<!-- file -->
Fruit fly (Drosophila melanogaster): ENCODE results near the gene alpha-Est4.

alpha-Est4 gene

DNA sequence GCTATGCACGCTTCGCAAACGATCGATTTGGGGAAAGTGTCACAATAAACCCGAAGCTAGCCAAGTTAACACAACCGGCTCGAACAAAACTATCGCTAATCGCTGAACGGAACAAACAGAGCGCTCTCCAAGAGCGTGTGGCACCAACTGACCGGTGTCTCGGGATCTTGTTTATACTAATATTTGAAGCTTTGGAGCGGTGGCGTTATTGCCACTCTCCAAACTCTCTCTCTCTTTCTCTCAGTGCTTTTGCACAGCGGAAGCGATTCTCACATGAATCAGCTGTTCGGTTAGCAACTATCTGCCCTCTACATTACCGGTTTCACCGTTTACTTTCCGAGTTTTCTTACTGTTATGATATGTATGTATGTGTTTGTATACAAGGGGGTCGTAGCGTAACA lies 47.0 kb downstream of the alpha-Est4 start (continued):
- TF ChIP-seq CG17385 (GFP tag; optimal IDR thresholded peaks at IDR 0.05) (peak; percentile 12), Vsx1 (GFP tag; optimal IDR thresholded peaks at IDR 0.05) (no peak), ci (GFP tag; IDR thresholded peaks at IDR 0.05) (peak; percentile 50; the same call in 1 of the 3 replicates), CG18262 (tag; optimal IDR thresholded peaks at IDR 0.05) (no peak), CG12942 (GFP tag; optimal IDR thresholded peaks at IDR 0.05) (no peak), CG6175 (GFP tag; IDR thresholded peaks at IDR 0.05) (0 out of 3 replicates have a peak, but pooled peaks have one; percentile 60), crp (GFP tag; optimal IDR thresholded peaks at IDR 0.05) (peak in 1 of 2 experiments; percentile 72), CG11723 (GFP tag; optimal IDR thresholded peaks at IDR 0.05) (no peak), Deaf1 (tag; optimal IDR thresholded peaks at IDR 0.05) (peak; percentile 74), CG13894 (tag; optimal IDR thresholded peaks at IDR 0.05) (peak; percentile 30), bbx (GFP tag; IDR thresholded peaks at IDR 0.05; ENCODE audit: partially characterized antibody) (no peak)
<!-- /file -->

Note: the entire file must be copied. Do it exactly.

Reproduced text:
Fruit fly (Drosophila melanogaster): ENCODE results near the gene alpha-Est4.

alpha-Est4 gene

DNA sequence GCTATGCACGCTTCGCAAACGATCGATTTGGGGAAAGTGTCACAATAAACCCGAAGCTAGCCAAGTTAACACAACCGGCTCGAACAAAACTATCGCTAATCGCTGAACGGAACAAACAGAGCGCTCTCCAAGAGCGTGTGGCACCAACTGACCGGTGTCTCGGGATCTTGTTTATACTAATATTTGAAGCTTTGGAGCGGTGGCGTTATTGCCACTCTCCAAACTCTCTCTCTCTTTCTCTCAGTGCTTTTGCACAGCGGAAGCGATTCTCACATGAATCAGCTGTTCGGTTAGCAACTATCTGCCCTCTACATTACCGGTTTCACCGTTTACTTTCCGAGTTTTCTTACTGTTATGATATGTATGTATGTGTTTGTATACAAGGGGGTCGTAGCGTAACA lies 47.0 kb downstream of the alpha-Est4 start (continued):
- TF ChIP-seq CG17385 (GFP tag; optimal IDR thresholded peaks at IDR 0.05) (peak; percentile 12), Vsx1 (GFP tag; optimal IDR thresholded peaks at IDR 0.05) (no peak), ci (GFP tag; IDR thresholded peaks at IDR 0.05) (peak; percentile 50; the same call in 1 of the 3 replicates), CG18262 (tag; optimal IDR thresholded peaks at IDR 0.05) (no peak), CG12942 (GFP tag; optimal IDR thresholded peaks at IDR 0.05) (no peak), CG6175 (GFP tag; IDR thresholded peaks at IDR 0.05) (0 out of 3 replicates have a peak, but pooled peaks have one; percentile 60), crp (GFP tag; optimal IDR thresholded peaks at IDR 0.05) (peak in 1 of 2 experiments; percentile 72), CG11723 (GFP tag; optimal IDR thresholded peaks at IDR 0.05) (no peak), Deaf1 (tag; optimal IDR thresholded peaks at IDR 0.05) (peak; percentile 74), CG13894 (tag; optimal IDR thresholded peaks at IDR 0.05) (peak; percentile 30), bbx (GFP tag; IDR thresholded peaks at IDR 0.05; ENCODE audit: partially characterized antibody) (no peak)